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Christmas - the Danish way

Although I live in the UK, I often get questions about what is different about Christmas the Danish way.

Well - that deserved a blog post.

First of all, Christmas in Danish is Jul - cognate to the old English word Yule - they're pronounced almost the same way.

Keeping the pre-christian name for the celebration is a subtle hint to the emphasis: It still is mainly about the festival; the Jesus story is an optional "add-on".

More generally, Jul is not a date. It is a period of time. Juletid - you even have it in English: Yuletide. "Tid" in Danish means "time" or "a period of time". Nowadays it is basically "all of December" (and a few days of January) although in the past it could have been anything between 3 days and 12 weeks. There are also hints of this in English - for example you have "The 12 days of Christmas".

Obviously the Jesus story is now a staple diet of Christmas, but similar to other events appropriated by Christendom, many "pagan" elements remain.

One of the promoninent pagan element are "Nisser" - which roughly translates to "Elves". These are mythological creatures which live in your house all year round. They are generally not evil (unless provoked) and to stay on their good side you would always leave a treat out for them. If you mistreat them, you would expect them to eat your grain during the summer months, misplace your shoes or even kill your livestock. If you treat them well, they would help around the house in small ways and generally bring you luck. Basically, they were magical little creatures with a fickle temper and funny pointy hats.

Nowadays, the elves have morphed into Santa's helpers, but appear to have retained their small stature and headgear.

Another pagan element you will often see is Julebukken - the Yule Goat. This symbolises Thor's 2 goats (Tanngrisnir & Tanngnjôsr) who would be responsible for handing out presents (they are ever-replenishing after all)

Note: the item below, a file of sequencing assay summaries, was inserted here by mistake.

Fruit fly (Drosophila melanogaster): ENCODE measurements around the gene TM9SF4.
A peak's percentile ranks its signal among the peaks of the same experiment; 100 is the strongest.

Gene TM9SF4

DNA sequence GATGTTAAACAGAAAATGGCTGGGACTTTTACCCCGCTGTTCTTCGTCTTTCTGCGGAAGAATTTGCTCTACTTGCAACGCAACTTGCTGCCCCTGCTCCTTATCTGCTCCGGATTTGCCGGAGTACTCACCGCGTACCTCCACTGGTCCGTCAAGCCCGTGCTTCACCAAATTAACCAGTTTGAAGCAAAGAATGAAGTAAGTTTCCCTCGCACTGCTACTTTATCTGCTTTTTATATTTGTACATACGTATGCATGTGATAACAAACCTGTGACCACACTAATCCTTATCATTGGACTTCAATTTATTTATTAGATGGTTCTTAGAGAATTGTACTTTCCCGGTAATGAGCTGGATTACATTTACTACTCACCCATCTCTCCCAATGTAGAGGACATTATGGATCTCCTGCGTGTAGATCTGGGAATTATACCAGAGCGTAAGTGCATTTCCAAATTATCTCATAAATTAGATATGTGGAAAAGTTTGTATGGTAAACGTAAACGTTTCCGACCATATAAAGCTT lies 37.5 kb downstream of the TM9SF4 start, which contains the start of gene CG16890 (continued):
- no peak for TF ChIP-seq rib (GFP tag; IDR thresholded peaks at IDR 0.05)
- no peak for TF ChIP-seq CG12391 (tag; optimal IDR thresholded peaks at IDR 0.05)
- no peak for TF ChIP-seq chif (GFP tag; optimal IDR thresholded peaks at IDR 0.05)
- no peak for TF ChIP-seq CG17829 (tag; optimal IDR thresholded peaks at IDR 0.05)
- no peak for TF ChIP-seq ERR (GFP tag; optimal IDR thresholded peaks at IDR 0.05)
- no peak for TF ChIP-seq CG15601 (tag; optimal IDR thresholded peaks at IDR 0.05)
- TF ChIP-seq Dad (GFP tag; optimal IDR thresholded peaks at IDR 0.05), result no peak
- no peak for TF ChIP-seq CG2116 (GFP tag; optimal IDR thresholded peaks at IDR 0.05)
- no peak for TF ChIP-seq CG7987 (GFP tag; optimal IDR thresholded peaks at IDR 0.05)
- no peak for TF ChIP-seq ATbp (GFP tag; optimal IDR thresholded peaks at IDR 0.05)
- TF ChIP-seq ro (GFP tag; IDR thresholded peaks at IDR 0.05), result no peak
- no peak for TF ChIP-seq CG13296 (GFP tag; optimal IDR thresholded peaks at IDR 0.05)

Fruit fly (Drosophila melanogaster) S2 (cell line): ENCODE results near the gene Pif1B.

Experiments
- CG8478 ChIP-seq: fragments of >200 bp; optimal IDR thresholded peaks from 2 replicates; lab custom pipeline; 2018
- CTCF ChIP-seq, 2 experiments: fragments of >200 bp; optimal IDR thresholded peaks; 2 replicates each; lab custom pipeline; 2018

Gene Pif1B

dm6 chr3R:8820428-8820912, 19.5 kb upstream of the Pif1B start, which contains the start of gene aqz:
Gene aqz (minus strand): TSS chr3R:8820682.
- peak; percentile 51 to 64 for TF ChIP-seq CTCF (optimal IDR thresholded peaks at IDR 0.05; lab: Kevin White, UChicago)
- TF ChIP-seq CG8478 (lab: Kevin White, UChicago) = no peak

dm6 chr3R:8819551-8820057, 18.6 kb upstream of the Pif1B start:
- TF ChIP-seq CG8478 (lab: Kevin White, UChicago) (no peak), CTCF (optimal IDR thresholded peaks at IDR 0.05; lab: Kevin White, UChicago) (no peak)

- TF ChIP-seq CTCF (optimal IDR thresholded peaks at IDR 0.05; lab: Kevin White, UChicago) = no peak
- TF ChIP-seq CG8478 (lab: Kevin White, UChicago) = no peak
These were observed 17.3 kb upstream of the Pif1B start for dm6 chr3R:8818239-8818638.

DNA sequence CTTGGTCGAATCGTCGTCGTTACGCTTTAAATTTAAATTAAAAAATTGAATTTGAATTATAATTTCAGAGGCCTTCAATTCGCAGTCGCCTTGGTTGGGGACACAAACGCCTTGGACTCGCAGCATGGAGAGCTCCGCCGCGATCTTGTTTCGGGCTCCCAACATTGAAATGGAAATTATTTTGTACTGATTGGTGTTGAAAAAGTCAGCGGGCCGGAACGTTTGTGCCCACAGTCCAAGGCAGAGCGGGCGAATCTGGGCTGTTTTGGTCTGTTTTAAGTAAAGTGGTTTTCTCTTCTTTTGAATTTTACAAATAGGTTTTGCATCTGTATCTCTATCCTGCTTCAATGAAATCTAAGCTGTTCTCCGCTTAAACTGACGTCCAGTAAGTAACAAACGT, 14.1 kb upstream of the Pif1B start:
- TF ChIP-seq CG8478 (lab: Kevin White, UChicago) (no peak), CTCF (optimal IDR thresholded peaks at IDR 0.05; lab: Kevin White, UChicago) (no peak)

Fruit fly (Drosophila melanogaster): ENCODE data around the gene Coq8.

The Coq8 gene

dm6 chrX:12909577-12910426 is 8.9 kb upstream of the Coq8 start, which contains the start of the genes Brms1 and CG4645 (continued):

Nowadays the Santa Claus character has taken over the responsibility of doling out presents, but Julebukken often remains in the decorations.

Yuletide is all about family. It is the darkest part of the year (but not the coldest - that comes later!), and the winter solstice was generally considered the "half-way" point: From here on the days would get brighter. So it is a good time to get together with family to celebrate the half-way point. The main elements are:

  • Family time. Family and neighbours are invited.

  • Lots of food. Nice food. With desserts! Remember: this comes from a time were the idea of a dessert was not common - having a dessert is something you only do a "big" events.

  • Copious amounts of alcohol. Food would be interrupted by lots of toasting. Or lots of food would interrupt the toasting. Depends on your point of view. In pre-christian times, the toasts would obviously have been to Odin, wishing for good harvests and peace (you could argue that actually worked!)

  • Singing. It is unavoidable: lot of people eating and drinking always leads to singing. Not psalms or hymns, but "rundesang" (roughly translates to "singing in turn") - each person would take a verse and everybody joins in on the refrain. Songs made up on the spot were popular - especially if they contained humorous pokes at family members and neighbours.

The total of the above would roughly translate to "hygge" - a concept which doesn't really exist in English.

About the food: Traditionally, a pig would be slaughtered, and we would would enjoy some lovely roast pork (with nice thick crackling), boiled potatoes with gravy (not the runny Engilsh variety, but "proper" thick).

Interestingly enough, the number of births still tend to peak in August and September.

In terms of decorations, we're still very much influenced by the Germanic traditions: The christmas tree is a must. And since apples were generally too heavy for the branches, candy canes and baubles work as substitutes. When I was young, I remember having actual candles on the christmas tree.

Looking back, I have no idea of how we survived; we also had a playful cat, which managed to escape the picture:

Christmas tree

(I know. Christmas tree fashions have changed a lot.)

One thing which appears to be a Danish speciality: Pleated christmas hearts. As kids we would spend a fair amount of time making them - and they look great. Having something that you made on the tree for everybody else to see is really something - especially for kids. The hearts also served another purpose: They would serve as containers for sweets and goodies, and then hung on the tree. This was also a status symbol: A rich family would have a bigger tree - with more sweets in it!

The main event is on the evening of the 24th of December: Christmas Eve!

As a staple part of Christmas we would also have the christmas songs: we all join hands in a circle around the tree and walk around while singing songs - "Højt fra træets grønne top" ("High upon our Christmas Tree") is probably the most popular one.

I suspect the joining-of-hands was mostly a ploy to stop kids from grabbing the sweets inside the christmas hearts - although usually not a successful ploy. It kept us kids somewhat quiet while the adults were singing something about Bethlehem.

And then finally for the main event: the giving of the presents. This is pretty similar to the English; it would usually end up rather chaotic with hordes of hyped-up kids (already high on sweets) trying out their new toys, while adults adored sweaters and slippers.